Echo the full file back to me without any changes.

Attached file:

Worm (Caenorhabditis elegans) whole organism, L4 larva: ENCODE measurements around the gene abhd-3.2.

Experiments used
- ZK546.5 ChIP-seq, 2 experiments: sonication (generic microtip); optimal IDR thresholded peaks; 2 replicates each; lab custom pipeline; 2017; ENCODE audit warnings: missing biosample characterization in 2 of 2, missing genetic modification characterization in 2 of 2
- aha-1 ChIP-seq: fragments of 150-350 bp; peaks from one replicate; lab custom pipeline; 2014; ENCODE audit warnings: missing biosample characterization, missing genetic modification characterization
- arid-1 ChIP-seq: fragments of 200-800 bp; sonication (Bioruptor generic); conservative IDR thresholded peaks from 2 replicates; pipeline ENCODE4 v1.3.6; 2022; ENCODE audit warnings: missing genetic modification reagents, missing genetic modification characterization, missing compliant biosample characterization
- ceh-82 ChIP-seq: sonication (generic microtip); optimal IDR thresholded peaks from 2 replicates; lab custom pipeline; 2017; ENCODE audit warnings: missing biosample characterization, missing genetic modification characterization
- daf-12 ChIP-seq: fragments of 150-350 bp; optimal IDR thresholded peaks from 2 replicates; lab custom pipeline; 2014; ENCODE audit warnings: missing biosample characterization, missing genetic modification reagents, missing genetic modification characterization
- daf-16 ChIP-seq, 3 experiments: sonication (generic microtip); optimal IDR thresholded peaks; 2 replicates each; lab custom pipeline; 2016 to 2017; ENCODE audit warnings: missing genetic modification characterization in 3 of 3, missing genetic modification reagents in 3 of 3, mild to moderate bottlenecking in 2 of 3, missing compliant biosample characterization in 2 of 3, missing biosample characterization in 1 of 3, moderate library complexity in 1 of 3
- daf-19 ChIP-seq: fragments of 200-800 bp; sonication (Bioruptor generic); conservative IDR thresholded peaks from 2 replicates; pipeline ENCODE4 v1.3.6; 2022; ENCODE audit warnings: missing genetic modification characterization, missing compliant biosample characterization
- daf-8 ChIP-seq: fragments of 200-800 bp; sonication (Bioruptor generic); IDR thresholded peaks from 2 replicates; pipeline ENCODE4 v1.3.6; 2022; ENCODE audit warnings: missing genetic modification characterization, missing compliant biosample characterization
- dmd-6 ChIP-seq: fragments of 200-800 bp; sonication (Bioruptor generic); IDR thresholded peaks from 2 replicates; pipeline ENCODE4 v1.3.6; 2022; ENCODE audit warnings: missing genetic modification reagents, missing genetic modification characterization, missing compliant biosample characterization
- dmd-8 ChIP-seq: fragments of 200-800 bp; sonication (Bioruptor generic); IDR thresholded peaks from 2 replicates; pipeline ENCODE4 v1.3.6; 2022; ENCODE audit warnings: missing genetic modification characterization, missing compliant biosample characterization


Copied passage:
Worm (Caenorhabditis elegans) whole organism, L4 larva: ENCODE measurements around the gene abhd-3.2.

Experiments used
- ZK546.5 ChIP-seq, 2 experiments: sonication (generic microtip); optimal IDR thresholded peaks; 2 replicates each; lab custom pipeline; 2017; ENCODE audit warnings: missing biosample characterization in 2 of 2, missing genetic modification characterization in 2 of 2
- aha-1 ChIP-seq: fragments of 150-350 bp; peaks from one replicate; lab custom pipeline; 2014; ENCODE audit warnings: missing biosample characterization, missing genetic modification characterization
- arid-1 ChIP-seq: fragments of 200-800 bp; sonication (Bioruptor generic); conservative IDR thresholded peaks from 2 replicates; pipeline ENCODE4 v1.3.6; 2022; ENCODE audit warnings: missing genetic modification reagents, missing genetic modification characterization, missing compliant biosample characterization
- ceh-82 ChIP-seq: sonication (generic microtip); optimal IDR thresholded peaks from 2 replicates; lab custom pipeline; 2017; ENCODE audit warnings: missing biosample characterization, missing genetic modification characterization
- daf-12 ChIP-seq: fragments of 150-350 bp; optimal IDR thresholded peaks from 2 replicates; lab custom pipeline; 2014; ENCODE audit warnings: missing biosample characterization, missing genetic modification reagents, missing genetic modification characterization
- daf-16 ChIP-seq, 3 experiments: sonication (generic microtip); optimal IDR thresholded peaks; 2 replicates each; lab custom pipeline; 2016 to 2017; ENCODE audit warnings: missing genetic modification characterization in 3 of 3, missing genetic modification reagents in 3 of 3, mild to moderate bottlenecking in 2 of 3, missing compliant biosample characterization in 2 of 3, missing biosample characterization in 1 of 3, moderate library complexity in 1 of 3
- daf-19 ChIP-seq: fragments of 200-800 bp; sonication (Bioruptor generic); conservative IDR thresholded peaks from 2 replicates; pipeline ENCODE4 v1.3.6; 2022; ENCODE audit warnings: missing genetic modification characterization, missing compliant biosample characterization
- daf-8 ChIP-seq: fragments of 200-800 bp; sonication (Bioruptor generic); IDR thresholded peaks from 2 replicates; pipeline ENCODE4 v1.3.6; 2022; ENCODE audit warnings: missing genetic modification characterization, missing compliant biosample characterization
- dmd-6 ChIP-seq: fragments of 200-800 bp; sonication (Bioruptor generic); IDR thresholded peaks from 2 replicates; pipeline ENCODE4 v1.3.6; 2022; ENCODE audit warnings: missing genetic modification reagents, missing genetic modification characterization, missing compliant biosample characterization
- dmd-8 ChIP-seq: fragments of 200-800 bp; sonication (Bioruptor generic); IDR thresholded peaks from 2 replicates; pipeline ENCODE4 v1.3.6; 2022; ENCODE audit warnings: missing genetic modification characterization, missing compliant biosample characterization